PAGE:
Another chapter in the continuing saga of a World War II romance unfolded Wednesday when former 96th Fighter Squadron Comdr. Richard Willsie and his "Lightning Lady" girlfriend, Jackie Brundage, met for the first time in 41 years.
It wasn't exactly a Hollywood ending with Willsie's wife, Marilyn, and Jackie Brundage Gardner's husband, Paul, very much a part of the reunion. But when old buddies gather to swap stories, they like a lot of listeners.
Jackie Gardner was the squadron's pinup girl during its tour of duty in Italy during the war. Squadron members chose her picture from 38 submitted by female employees at Lockheed Aircraft's Burbank plant where the P-38 Lightning was built.
The war hero and the pinup girl didn't meet until after the war when Willsie was invited to visit the Lockheed plant. The two dated for several months before Willsie decided his heart belonged to Marilyn.
The 96th Squadron has reunited in the intervening years, but lost track of its pinup girl. Until, that is, Paul Gardner saw a story about the search for his wife in The Times earlier this month.
Now that she's been located, squadron members feel their date with Jackie is long overdue and they'd like her to attend their annual reunion next October in Atlanta.
Willsie, however, beat them to the punch again by inviting the former pinup girl to a quiet dinner Wednesday night. They were accompanied by Marilyn and Paul, of course.
Before dinner Dick Willsie and Jackie Gardner met at the Planes of Fame Air Museum at Chino Airport to re-enact the photo session that brought them together 41 years ago. The photo will be used to publicize the first national P-38 convention to be held next year in Southern California.
The museum, which is open seven days a week from 9 a.m. to 5 p.m., houses "the most exotic collection of flyable war birds in the world," said Howard Wilson, the museum's general manager.
All pilots, ground support crews and technical representatives who were involved with P-38s during the war may attend the reunion May 13-17, 1987. For more information write: P-38 National Convention, P.O. Box 727, Sun Valley, Calif. 91353-0727.
Tracking the Ring
While camping with his parents on the Olympic Peninsula in Washington, Cyril Snyders found a ring. He was 16 at the time.
Now 32, Snyders has decided it is time to look for the owner of the ring--a size 11 sterling silver school ring from Cal Poly bearing the school seal and the date 1901.
Officials at California Polytechnic State University in San Luis Obispo and California State Polytechnic University in Pomona determined the ring came from Cal Poly San Luis Obispo between 1947 and 1972. It was probably lost by someone hiking near the Hoh River at the base of Mt. Olympus, south of the town of Forks.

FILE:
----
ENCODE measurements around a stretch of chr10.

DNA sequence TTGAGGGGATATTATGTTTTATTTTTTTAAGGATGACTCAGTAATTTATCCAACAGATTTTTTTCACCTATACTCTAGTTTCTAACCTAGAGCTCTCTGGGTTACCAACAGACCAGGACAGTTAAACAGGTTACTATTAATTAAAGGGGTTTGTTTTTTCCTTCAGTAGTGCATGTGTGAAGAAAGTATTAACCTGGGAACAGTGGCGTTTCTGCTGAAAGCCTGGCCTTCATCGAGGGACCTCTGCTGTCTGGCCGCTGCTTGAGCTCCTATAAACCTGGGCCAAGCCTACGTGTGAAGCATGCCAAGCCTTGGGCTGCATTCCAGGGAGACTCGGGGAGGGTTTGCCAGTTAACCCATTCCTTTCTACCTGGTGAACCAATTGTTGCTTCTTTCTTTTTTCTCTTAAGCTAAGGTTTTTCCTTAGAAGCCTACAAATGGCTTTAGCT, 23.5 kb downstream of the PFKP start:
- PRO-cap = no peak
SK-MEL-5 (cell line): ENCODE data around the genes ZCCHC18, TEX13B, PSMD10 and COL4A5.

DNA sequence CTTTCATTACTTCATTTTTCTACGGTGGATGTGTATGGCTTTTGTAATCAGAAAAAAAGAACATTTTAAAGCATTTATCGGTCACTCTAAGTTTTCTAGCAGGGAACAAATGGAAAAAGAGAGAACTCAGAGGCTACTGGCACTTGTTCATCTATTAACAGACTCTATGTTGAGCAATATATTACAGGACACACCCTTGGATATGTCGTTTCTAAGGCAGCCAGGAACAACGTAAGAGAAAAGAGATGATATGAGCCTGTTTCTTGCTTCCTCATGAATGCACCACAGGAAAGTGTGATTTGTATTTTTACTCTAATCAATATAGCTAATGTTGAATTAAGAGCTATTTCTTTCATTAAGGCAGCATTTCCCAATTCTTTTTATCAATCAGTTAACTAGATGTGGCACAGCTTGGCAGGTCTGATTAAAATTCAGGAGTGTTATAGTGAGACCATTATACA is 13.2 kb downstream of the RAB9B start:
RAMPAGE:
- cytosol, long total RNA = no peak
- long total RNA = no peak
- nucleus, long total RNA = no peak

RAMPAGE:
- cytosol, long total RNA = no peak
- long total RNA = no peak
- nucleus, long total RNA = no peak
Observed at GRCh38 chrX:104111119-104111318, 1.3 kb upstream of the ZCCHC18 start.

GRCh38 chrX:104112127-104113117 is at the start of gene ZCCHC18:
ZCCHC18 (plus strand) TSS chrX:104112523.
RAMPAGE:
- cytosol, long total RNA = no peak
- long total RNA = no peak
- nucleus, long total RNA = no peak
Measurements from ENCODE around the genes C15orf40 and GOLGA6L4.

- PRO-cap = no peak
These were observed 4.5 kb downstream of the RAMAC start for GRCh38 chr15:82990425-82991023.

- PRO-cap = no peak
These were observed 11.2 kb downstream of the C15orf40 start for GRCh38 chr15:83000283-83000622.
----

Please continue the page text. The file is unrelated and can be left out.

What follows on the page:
"When you look at it, the whole story comes across in front of your eyes. He was washing a pan and it came right off," said Snyders, who uncovered the ring in a fire pit.
Snyders can be reached at (206) 479-6519 or by writing 148-0 Russel Road, Bremerton, Wash. 98312.
An Answer From Afar
Off the coast of Northern California, Helga Gergens of Long Beach leaned over the railing of her cruise ship and flung a bottle into the ocean. Inside the bottle was a dated post card requesting that the finder write her.
That was two years ago and Gergens, now 15, had almost forgotten her romantic gesture--until she received a letter from Japan the other day.
A little boy, Shigekatsu Takamine of Okinawa, wrote to say he had found the bottle on the beach while fishing with his father. Shigekatsu, who Gergens estimates is 10 or 12 years old, returned the post card, pictures and a map of where he found the bottle, along with a picture of himself and a letter.
"I was moved," he wrote. "A little bottle was swimming all alone from America."
Gergens, who wrote back immediately, said she hopes some day to follow her bottle to Japan to meet her new friend.
Getting the Golden Touch
About 80 high school students from Roosevelt High School and Catholic Charities Youth Organization recently participated in a free enterprise seminar at USC called "The Midas Touch."
TRW and Volunteers of America of Los Angeles sponsored a second conference for about 100 students from several inner-city high schools. Both programs made a point of mixing business with pleasure; the youths spent their days listening to small business entrepreneurs and making plans to set up their own businesses while evenings were filled with dining and dancing.
"We showed them you don't have to have a grandiose plan for a large company," said Jack Boyd, chairman of the committee for the Rotary Club. "You can start small and work hard and your chances are pretty good."
Sylvia Rodriguez, 17, of Sacred Heart High School, said she identified with the speakers, most of whom started out like the students--young, poor and with menial jobs.